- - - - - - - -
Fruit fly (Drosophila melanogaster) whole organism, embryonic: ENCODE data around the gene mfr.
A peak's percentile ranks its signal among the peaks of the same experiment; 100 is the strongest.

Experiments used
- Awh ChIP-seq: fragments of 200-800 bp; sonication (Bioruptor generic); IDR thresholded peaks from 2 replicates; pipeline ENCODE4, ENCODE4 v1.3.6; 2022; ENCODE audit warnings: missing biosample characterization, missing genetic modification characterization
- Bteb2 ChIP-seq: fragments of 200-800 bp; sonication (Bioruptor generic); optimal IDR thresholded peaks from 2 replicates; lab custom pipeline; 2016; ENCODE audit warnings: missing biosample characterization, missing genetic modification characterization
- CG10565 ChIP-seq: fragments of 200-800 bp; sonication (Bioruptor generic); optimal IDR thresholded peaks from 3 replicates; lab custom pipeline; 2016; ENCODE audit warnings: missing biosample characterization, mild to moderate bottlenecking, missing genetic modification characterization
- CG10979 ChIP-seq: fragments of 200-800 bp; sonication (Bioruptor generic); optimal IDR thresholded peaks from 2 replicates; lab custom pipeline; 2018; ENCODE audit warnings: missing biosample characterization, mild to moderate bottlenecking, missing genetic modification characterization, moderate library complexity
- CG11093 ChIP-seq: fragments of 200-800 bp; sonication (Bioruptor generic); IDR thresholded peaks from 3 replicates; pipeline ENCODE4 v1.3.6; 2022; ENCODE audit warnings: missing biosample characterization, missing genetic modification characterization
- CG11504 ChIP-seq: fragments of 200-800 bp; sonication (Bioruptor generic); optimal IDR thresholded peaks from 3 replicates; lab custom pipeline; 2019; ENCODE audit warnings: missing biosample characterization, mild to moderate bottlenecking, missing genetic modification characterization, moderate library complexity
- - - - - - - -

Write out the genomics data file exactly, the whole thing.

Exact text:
Fruit fly (Drosophila melanogaster) whole organism, embryonic: ENCODE data around the gene mfr.
A peak's percentile ranks its signal among the peaks of the same experiment; 100 is the strongest.

Experiments used
- Awh ChIP-seq: fragments of 200-800 bp; sonication (Bioruptor generic); IDR thresholded peaks from 2 replicates; pipeline ENCODE4, ENCODE4 v1.3.6; 2022; ENCODE audit warnings: missing biosample characterization, missing genetic modification characterization
- Bteb2 ChIP-seq: fragments of 200-800 bp; sonication (Bioruptor generic); optimal IDR thresholded peaks from 2 replicates; lab custom pipeline; 2016; ENCODE audit warnings: missing biosample characterization, missing genetic modification characterization
- CG10565 ChIP-seq: fragments of 200-800 bp; sonication (Bioruptor generic); optimal IDR thresholded peaks from 3 replicates; lab custom pipeline; 2016; ENCODE audit warnings: missing biosample characterization, mild to moderate bottlenecking, missing genetic modification characterization
- CG10979 ChIP-seq: fragments of 200-800 bp; sonication (Bioruptor generic); optimal IDR thresholded peaks from 2 replicates; lab custom pipeline; 2018; ENCODE audit warnings: missing biosample characterization, mild to moderate bottlenecking, missing genetic modification characterization, moderate library complexity
- CG11093 ChIP-seq: fragments of 200-800 bp; sonication (Bioruptor generic); IDR thresholded peaks from 3 replicates; pipeline ENCODE4 v1.3.6; 2022; ENCODE audit warnings: missing biosample characterization, missing genetic modification characterization
- CG11504 ChIP-seq: fragments of 200-800 bp; sonication (Bioruptor generic); optimal IDR thresholded peaks from 3 replicates; lab custom pipeline; 2019; ENCODE audit warnings: missing biosample characterization, mild to moderate bottlenecking, missing genetic modification characterization, moderate library complexity